A Christian ambassador for the Holocaust

Dr. Susanna Kokkonen: The lessons to be learned are universal.
Dr. Susanna Kokkonen: The lessons to be learned are universal.
By on October 27, 2011

A Finnish-born Pentecostal Christian may seem like an unlikely roving ambassador for an Israeli Holocaust remembrance organization, but for the past three years, Dr. Susanna Kokkonen has been just that.

As director of the Christian Friends of Yad Vashem, Israel’s official, memorial to the Jewish victims of the Nazi Holocaust, Kokkonen brings the message of commemoration and responsibility to Christian audiences in Europe and North America.

“Our basic message is that although the Holocaust is a particularly Jewish tragedy, the lessons to be learned are universal—about how humans behave in such a crisis, how genocide happens and how we can commemorate this,” says Kokkonen. She is scheduled to speak in Toronto on Nov. 2, 7:30 to 9:00 p.m., at Grace Church-on-the-Hill.

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Kokkonen, who holds a PhD in Holocaust history from the Hebrew University of Jerusalem, educates Christians about the changing face of antisemitism—Christian-religious, European-social and Nazi-racial—and stresses the responsibility of the silent bystanders who looked on and did nothing. “It’s like bullying in the schoolyard. There’s a victim and a perpetrator, but only the onlookers can step in or report the incident. Only they have the power to change things,” says Kokkonen. Part of her group’s mandate is to put human faces on the victims and their rescuers.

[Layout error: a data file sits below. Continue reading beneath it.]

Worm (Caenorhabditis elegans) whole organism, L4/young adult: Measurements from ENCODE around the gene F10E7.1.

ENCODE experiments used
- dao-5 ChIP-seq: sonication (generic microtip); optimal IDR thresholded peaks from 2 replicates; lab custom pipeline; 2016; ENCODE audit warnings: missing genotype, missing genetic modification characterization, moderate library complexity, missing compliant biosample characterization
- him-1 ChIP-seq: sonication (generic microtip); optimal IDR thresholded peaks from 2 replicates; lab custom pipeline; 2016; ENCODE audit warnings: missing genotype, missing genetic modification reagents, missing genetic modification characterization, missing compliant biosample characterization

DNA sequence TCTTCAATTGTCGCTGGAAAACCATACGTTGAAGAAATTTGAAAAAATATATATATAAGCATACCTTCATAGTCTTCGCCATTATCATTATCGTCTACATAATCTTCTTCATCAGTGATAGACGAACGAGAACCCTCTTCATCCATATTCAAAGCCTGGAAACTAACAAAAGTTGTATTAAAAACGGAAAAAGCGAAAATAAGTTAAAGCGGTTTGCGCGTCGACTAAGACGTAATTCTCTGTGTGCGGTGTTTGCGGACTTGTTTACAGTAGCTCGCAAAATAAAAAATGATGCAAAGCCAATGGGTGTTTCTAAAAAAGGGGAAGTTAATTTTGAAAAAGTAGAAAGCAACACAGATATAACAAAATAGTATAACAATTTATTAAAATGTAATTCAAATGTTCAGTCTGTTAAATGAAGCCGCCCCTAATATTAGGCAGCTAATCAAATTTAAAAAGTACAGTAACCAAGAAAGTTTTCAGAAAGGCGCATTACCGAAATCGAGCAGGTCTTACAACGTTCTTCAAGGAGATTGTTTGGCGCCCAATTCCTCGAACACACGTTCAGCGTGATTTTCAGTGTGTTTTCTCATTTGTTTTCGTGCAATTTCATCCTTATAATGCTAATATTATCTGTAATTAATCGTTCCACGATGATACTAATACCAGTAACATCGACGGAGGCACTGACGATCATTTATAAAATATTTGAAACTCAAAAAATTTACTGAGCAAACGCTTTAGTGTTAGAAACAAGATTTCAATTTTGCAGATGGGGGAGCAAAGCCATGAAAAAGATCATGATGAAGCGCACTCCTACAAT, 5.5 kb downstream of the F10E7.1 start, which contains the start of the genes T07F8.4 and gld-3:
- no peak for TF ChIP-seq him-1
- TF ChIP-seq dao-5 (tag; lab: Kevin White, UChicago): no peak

If there was a defining moment in the escalation of German antisemitism toward the Final Solution, she says, it was the infamous Kristallnacht (“Night of the Broken Glass”) of Nov, 9, 1938, when gangs of Germans ransacked and burned synagogues, destroyed Jewish homes and businesses and killed Jews in several cities. “This was a watershed moment when antisemitism moved from discrimination and prejudice to the open violence that led to the Holocaust,” she says.

Today’s young people, though far removed, are eager to learn about the Holocaust. “They are thirsty for knowledge,” she says. “And as the remaining survivors get older, it’s very important to talk about this. When we hold an event, there is always interest—the audience is always there.”

The Friends organization partners with churches and provides film and educational materials for public events. It also runs training seminars for Christian clergy and community leaders. “Many churches make donations to Friends and many hold events on International Holocaust Day, January 27, or on Israel’s Holocaust Memorial Day, which in 2012 will be celebrated on April 19.

She invites all visitors to Israel to drop in and learn more. Go to www.yadvashem.org and click on Christian Friends of Yad Vashem.

Founded in late 2006, Christian Friends is part of the international relations division of Yad Vashem (meaning “a place and a name”: Isaiah: 56; 4-5). Yad Vashem was established in Jerusalem in 1953 by the Knesset as Israel’s Holocaust Martyrs’ and Heroes’ Remembrance Authority. It has grown into a 45-acre complex containing the Holocaust History Museum; memorial sites such as the Children’s Memorial and the Hall of Remembrance; the Museum of Holocaust Art; sculptures, outdoor commemorative sites such as the Valley of the Communities, a synagogue, archives, a research an institute, a library, a publishing house and an educational centre, the International School for Holocaust Studies. It is the second most-visited tourist site in Israel after the Western Wall.

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  • Diana Swift

    Diana Swift is an award-winning writer and editor with 30 years’ experience in newspaper and magazine editing and production. In January 2011, she joined the Anglican Journal as a contributing editor.

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